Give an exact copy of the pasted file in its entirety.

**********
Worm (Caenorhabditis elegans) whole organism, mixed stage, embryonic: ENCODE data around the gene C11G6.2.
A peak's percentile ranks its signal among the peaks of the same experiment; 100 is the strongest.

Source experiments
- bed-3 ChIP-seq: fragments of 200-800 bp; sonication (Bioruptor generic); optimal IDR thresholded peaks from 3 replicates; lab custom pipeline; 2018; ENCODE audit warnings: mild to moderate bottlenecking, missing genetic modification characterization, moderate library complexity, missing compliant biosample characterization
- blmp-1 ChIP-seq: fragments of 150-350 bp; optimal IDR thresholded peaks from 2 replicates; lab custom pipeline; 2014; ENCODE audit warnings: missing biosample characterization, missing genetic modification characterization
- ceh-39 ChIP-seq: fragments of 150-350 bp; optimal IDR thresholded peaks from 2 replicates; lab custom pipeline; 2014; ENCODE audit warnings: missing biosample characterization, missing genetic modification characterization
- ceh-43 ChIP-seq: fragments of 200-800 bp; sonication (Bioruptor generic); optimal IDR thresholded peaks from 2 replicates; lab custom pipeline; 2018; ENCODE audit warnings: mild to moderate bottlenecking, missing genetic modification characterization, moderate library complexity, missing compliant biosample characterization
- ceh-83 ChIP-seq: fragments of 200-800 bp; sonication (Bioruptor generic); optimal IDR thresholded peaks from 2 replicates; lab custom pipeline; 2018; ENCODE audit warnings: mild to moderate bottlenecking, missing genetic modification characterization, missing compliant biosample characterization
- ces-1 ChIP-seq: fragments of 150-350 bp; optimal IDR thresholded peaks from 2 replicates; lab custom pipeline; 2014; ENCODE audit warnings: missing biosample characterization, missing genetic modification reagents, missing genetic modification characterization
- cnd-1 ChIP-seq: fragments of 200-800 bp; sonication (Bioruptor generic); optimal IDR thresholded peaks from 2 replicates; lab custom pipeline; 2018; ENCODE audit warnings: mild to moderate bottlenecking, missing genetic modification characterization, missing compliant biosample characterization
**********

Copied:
Worm (Caenorhabditis elegans) whole organism, mixed stage, embryonic: ENCODE data around the gene C11G6.2.
A peak's percentile ranks its signal among the peaks of the same experiment; 100 is the strongest.

Source experiments
- bed-3 ChIP-seq: fragments of 200-800 bp; sonication (Bioruptor generic); optimal IDR thresholded peaks from 3 replicates; lab custom pipeline; 2018; ENCODE audit warnings: mild to moderate bottlenecking, missing genetic modification characterization, moderate library complexity, missing compliant biosample characterization
- blmp-1 ChIP-seq: fragments of 150-350 bp; optimal IDR thresholded peaks from 2 replicates; lab custom pipeline; 2014; ENCODE audit warnings: missing biosample characterization, missing genetic modification characterization
- ceh-39 ChIP-seq: fragments of 150-350 bp; optimal IDR thresholded peaks from 2 replicates; lab custom pipeline; 2014; ENCODE audit warnings: missing biosample characterization, missing genetic modification characterization
- ceh-43 ChIP-seq: fragments of 200-800 bp; sonication (Bioruptor generic); optimal IDR thresholded peaks from 2 replicates; lab custom pipeline; 2018; ENCODE audit warnings: mild to moderate bottlenecking, missing genetic modification characterization, moderate library complexity, missing compliant biosample characterization
- ceh-83 ChIP-seq: fragments of 200-800 bp; sonication (Bioruptor generic); optimal IDR thresholded peaks from 2 replicates; lab custom pipeline; 2018; ENCODE audit warnings: mild to moderate bottlenecking, missing genetic modification characterization, missing compliant biosample characterization
- ces-1 ChIP-seq: fragments of 150-350 bp; optimal IDR thresholded peaks from 2 replicates; lab custom pipeline; 2014; ENCODE audit warnings: missing biosample characterization, missing genetic modification reagents, missing genetic modification characterization
- cnd-1 ChIP-seq: fragments of 200-800 bp; sonication (Bioruptor generic); optimal IDR thresholded peaks from 2 replicates; lab custom pipeline; 2018; ENCODE audit warnings: mild to moderate bottlenecking, missing genetic modification characterization, missing compliant biosample characterization